Unleashing Micro-habits on Your Sleep Life

16.07.2019 |

Episode #9 of the course Sleep hacks: Using science to improve your sleep by John Robin


Welcome to our penultimate hack!

Yesterday, we got into some difficult stuff. I left you to contemplate the devil you don’t know, so that today, you’ll dive in ready to dance with more devils.

These small dance steps are known as micro-habits, and as you’ll see, the science behind these will give you a way to start cutting through the wall of Ellsberg’s paradox in the best way possible: a little at a time.


Building a Chain of Habit-Forming Chains

Before we can start a habit, there’s one trick from productivity science we can use that never fails: Start a micro-habit.

These are small, minimum energy actions that are ridiculously easy to keep doing.

Brushing your teeth, for example, is not a micro-habit. However, training yourself to simply pick up your toothbrush, put on toothpaste, and put it in your mouth every morning when you step in the shower—that’s a micro-habit. There is no effort required except remembering to do those simple things.

Of course, once you have that brush in your mouth, most likely, you’ll start brushing because you’re all set up to do so. So begins a habit.

Doing a set of bench press reps is not a micro-habit. Showing up at the machine, where all you have to do is get under the bar and prepare yourself to do a set—now that is a micro-habit. Once you’re there, you might sigh and lay on the bench, catch your breath, then finally decide, heck, you’re here, just one set isn’t so hard. You start lifting and away you go. So begins another habit.

The key idea here is, in a micro-habit, you just have to set yourself up with something small that you imagine takes no effort. The micro-habit then allows you to develop a new habit.

Habits can become new micro-habits, but only after they are automatic. For example, brushing your teeth in the shower every morning might become a habit. If you wanted to start flossing at the same time, you can seed a new micro-habit by remembering to grab a piece of floss and take it into the shower with you when you brush your teeth. The habit you’re trying to create now is to brush and floss with your morning shower.

In the example of the workout, you might push yourself to do one more set once you get one set of bench press done. You might then try to do a third set once you’ve done two sets. You might further aim to do one stretch after these three sets. The micro-habit of showing up to the bench equipment serves as scaffolding for a series of micro-habits, which soon become a flexible system of workout routine habits.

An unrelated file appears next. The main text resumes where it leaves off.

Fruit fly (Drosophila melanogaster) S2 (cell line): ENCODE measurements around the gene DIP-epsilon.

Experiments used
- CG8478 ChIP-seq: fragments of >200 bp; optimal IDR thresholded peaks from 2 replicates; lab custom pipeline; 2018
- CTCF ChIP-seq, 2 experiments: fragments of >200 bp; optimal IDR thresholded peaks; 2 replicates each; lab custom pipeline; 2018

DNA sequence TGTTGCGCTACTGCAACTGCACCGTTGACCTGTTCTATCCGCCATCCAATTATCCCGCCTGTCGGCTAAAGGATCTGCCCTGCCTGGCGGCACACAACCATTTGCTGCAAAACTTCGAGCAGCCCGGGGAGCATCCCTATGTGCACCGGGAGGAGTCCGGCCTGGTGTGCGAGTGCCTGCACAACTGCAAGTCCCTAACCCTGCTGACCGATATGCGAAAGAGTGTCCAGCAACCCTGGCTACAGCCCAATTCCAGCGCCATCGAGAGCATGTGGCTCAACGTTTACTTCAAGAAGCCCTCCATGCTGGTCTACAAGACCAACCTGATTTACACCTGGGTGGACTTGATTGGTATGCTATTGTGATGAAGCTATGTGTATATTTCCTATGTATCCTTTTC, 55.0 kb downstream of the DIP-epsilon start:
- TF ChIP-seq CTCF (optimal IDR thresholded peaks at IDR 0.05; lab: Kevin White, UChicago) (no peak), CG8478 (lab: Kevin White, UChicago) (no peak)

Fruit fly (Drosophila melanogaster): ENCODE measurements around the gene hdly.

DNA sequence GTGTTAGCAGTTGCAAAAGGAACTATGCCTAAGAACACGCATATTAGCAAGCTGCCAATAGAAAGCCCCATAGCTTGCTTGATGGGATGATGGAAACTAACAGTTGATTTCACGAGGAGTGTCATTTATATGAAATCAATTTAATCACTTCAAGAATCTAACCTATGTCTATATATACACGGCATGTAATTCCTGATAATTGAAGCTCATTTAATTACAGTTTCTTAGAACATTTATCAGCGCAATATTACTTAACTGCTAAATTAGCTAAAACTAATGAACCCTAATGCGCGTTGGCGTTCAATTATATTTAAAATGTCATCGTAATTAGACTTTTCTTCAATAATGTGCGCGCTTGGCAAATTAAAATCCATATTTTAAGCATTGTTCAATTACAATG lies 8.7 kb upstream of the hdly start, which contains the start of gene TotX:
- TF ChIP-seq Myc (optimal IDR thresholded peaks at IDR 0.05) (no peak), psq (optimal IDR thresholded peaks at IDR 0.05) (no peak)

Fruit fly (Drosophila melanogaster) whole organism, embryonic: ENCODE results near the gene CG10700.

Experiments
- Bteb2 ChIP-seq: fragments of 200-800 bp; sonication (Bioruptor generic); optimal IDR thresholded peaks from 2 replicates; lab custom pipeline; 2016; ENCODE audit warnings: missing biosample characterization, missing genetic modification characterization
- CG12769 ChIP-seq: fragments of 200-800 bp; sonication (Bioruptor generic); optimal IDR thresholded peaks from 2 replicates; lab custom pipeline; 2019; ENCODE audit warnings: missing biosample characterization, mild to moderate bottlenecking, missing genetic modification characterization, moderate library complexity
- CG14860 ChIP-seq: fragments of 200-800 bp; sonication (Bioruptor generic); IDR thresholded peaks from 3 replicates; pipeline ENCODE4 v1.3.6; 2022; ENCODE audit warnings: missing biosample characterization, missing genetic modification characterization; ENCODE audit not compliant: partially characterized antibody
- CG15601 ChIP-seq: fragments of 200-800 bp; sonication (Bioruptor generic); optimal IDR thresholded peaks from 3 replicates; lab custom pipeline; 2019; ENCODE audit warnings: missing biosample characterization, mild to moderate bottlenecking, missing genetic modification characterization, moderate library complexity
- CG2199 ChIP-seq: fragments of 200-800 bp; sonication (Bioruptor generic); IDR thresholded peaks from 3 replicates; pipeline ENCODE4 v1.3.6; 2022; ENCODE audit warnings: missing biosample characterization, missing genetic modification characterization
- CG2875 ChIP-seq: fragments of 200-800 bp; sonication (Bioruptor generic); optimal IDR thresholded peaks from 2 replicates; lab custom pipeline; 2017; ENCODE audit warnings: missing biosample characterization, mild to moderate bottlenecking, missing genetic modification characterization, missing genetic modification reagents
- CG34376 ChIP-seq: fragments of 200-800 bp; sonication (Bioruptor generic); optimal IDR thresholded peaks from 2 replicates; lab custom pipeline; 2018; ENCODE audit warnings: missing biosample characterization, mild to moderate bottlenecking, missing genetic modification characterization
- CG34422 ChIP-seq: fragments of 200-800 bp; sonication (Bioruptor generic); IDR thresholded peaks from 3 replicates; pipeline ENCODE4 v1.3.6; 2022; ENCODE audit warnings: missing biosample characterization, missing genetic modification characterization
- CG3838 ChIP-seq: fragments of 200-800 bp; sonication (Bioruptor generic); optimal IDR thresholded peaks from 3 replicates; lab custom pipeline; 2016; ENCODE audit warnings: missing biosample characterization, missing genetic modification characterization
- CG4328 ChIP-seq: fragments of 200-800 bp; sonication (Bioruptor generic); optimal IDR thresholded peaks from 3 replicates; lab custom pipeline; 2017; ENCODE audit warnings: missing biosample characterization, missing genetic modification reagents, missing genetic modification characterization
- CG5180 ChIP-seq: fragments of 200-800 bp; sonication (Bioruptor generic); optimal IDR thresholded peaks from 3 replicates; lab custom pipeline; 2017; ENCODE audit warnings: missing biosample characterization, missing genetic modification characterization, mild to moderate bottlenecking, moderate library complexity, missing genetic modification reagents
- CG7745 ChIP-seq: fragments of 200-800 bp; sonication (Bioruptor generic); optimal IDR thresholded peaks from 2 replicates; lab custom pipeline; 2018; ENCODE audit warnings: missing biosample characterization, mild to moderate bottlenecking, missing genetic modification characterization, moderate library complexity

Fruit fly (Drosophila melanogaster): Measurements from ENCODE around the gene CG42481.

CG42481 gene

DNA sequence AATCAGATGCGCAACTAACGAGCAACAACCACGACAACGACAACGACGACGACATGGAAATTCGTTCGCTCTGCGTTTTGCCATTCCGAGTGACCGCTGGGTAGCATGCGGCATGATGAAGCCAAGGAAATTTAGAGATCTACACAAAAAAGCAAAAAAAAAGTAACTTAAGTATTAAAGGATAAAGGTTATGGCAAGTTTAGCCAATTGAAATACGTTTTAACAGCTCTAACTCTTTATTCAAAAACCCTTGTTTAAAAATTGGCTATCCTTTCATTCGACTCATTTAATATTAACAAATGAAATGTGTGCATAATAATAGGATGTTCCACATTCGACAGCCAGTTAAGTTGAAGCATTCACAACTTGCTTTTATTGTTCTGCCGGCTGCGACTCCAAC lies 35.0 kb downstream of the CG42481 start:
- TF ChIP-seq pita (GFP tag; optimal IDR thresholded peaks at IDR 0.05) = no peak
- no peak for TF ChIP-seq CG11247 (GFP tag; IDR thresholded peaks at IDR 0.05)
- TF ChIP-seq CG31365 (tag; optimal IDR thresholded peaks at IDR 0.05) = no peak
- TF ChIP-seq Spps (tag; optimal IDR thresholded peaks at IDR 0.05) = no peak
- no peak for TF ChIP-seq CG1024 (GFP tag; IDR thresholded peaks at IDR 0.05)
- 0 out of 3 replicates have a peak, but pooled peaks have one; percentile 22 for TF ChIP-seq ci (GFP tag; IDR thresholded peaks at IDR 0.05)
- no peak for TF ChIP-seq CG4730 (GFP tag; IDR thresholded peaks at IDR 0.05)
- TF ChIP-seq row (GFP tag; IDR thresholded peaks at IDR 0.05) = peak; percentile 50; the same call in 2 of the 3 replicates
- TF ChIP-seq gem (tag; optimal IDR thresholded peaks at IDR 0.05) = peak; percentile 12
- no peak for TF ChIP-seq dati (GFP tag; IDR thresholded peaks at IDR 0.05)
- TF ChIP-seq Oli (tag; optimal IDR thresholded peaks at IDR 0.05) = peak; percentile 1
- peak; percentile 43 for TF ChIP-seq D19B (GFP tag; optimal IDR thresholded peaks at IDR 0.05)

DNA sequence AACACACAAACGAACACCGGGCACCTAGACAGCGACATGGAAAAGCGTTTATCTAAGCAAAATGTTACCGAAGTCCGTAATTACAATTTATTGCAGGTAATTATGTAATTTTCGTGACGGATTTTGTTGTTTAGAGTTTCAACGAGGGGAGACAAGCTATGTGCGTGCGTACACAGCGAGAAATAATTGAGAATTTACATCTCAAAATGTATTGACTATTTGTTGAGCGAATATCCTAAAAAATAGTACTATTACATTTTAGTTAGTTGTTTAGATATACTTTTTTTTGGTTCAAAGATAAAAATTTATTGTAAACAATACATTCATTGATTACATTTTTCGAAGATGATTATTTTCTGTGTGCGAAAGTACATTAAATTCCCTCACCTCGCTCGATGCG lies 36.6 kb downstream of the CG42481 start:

The principle at work comes from physics: Objects in motion stay in motion. To our minds, when we try to imagine doing something, we’re not likely to do it. If we equip ourselves with everything we need to do the action, it feels nonsensical to not do the action. We’ve tricked ourselves into seeing it in motion. After all, it’s silly to just stand with a toothbrush in your mouth while you shower. Might as well just start brushing …

Let’s apply this to the devil we don’t know:

The habit: Sleep every night for eight to nine hours.

The micro-habit(s) required:

• Banish all tech one hour before bed.

• Give yourself 20-30 minutes every morning to wake up.

• Say NO to any commitments that compromise your bedtime routine.

These micro-habits are, in fact, habits that each require further micro-habits:

• Put your phone away one hour before bed. Even run a blocking app on it so you can’t use it.

• Start a relaxing-before-bed habit, like reading a magazine or book, or start meditating.

• Write the word “NO” on a sticky note, and stick it somewhere you’ll always see it (like your phone) to help you reinforce the need to say NO to anything that compromises your bedtime.

• When you feel stress in your chest, take a deep breath in and blow out long and slow. Repeat.

• Do not pick up your phone until after you’ve had breakfast and morning coffee.

• Print a schedule of your week so you can visualize and juggle your commitments.

The habit of sleeping eight to nine hours a night will require tracing the micro-habits that sustain it back to the precursor micro-habits that allow you to sustain it with minimal perceived effort.

Make this micro-habit hack your project now, with top priority. After all, your mental superpower is at stake!

But this leads us to a new problem, one on which we’ll close this course in tomorrow’s final hack: How do you avoid becoming rigid and set in your ways, as you use science to pursue the perfect sleep?


Recommended book

Atomic Habits by James Clear


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